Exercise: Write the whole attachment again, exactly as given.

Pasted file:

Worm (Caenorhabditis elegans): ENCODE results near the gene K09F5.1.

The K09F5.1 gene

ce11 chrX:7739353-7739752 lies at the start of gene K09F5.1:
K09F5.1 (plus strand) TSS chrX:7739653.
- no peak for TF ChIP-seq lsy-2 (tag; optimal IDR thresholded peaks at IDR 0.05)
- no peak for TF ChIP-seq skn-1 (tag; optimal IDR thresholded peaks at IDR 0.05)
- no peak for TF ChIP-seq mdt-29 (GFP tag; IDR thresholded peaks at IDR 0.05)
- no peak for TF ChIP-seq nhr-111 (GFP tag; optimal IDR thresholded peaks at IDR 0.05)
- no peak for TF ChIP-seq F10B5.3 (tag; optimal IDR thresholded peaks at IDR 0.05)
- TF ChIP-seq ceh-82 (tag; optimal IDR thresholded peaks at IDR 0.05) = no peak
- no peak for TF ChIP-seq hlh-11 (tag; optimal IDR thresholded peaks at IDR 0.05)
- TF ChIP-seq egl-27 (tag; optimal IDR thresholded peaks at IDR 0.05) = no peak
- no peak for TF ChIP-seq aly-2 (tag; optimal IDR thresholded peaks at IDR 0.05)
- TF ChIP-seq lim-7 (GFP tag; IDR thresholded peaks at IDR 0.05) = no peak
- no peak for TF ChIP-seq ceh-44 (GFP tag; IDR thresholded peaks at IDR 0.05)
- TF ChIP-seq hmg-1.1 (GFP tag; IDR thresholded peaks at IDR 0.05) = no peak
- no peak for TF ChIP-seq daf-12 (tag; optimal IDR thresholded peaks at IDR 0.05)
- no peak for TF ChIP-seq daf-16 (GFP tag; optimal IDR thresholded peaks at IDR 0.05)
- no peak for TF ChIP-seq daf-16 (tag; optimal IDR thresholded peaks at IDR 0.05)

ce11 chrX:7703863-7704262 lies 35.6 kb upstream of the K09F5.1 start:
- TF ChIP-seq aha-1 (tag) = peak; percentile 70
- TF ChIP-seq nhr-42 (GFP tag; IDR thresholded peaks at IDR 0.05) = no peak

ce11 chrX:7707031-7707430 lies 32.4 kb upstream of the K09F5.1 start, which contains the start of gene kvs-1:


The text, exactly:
Worm (Caenorhabditis elegans): ENCODE results near the gene K09F5.1.

The K09F5.1 gene

ce11 chrX:7739353-7739752 lies at the start of gene K09F5.1:
K09F5.1 (plus strand) TSS chrX:7739653.
- no peak for TF ChIP-seq lsy-2 (tag; optimal IDR thresholded peaks at IDR 0.05)
- no peak for TF ChIP-seq skn-1 (tag; optimal IDR thresholded peaks at IDR 0.05)
- no peak for TF ChIP-seq mdt-29 (GFP tag; IDR thresholded peaks at IDR 0.05)
- no peak for TF ChIP-seq nhr-111 (GFP tag; optimal IDR thresholded peaks at IDR 0.05)
- no peak for TF ChIP-seq F10B5.3 (tag; optimal IDR thresholded peaks at IDR 0.05)
- TF ChIP-seq ceh-82 (tag; optimal IDR thresholded peaks at IDR 0.05) = no peak
- no peak for TF ChIP-seq hlh-11 (tag; optimal IDR thresholded peaks at IDR 0.05)
- TF ChIP-seq egl-27 (tag; optimal IDR thresholded peaks at IDR 0.05) = no peak
- no peak for TF ChIP-seq aly-2 (tag; optimal IDR thresholded peaks at IDR 0.05)
- TF ChIP-seq lim-7 (GFP tag; IDR thresholded peaks at IDR 0.05) = no peak
- no peak for TF ChIP-seq ceh-44 (GFP tag; IDR thresholded peaks at IDR 0.05)
- TF ChIP-seq hmg-1.1 (GFP tag; IDR thresholded peaks at IDR 0.05) = no peak
- no peak for TF ChIP-seq daf-12 (tag; optimal IDR thresholded peaks at IDR 0.05)
- no peak for TF ChIP-seq daf-16 (GFP tag; optimal IDR thresholded peaks at IDR 0.05)
- no peak for TF ChIP-seq daf-16 (tag; optimal IDR thresholded peaks at IDR 0.05)

ce11 chrX:7703863-7704262 lies 35.6 kb upstream of the K09F5.1 start:
- TF ChIP-seq aha-1 (tag) = peak; percentile 70
- TF ChIP-seq nhr-42 (GFP tag; IDR thresholded peaks at IDR 0.05) = no peak

ce11 chrX:7707031-7707430 lies 32.4 kb upstream of the K09F5.1 start, which contains the start of gene kvs-1: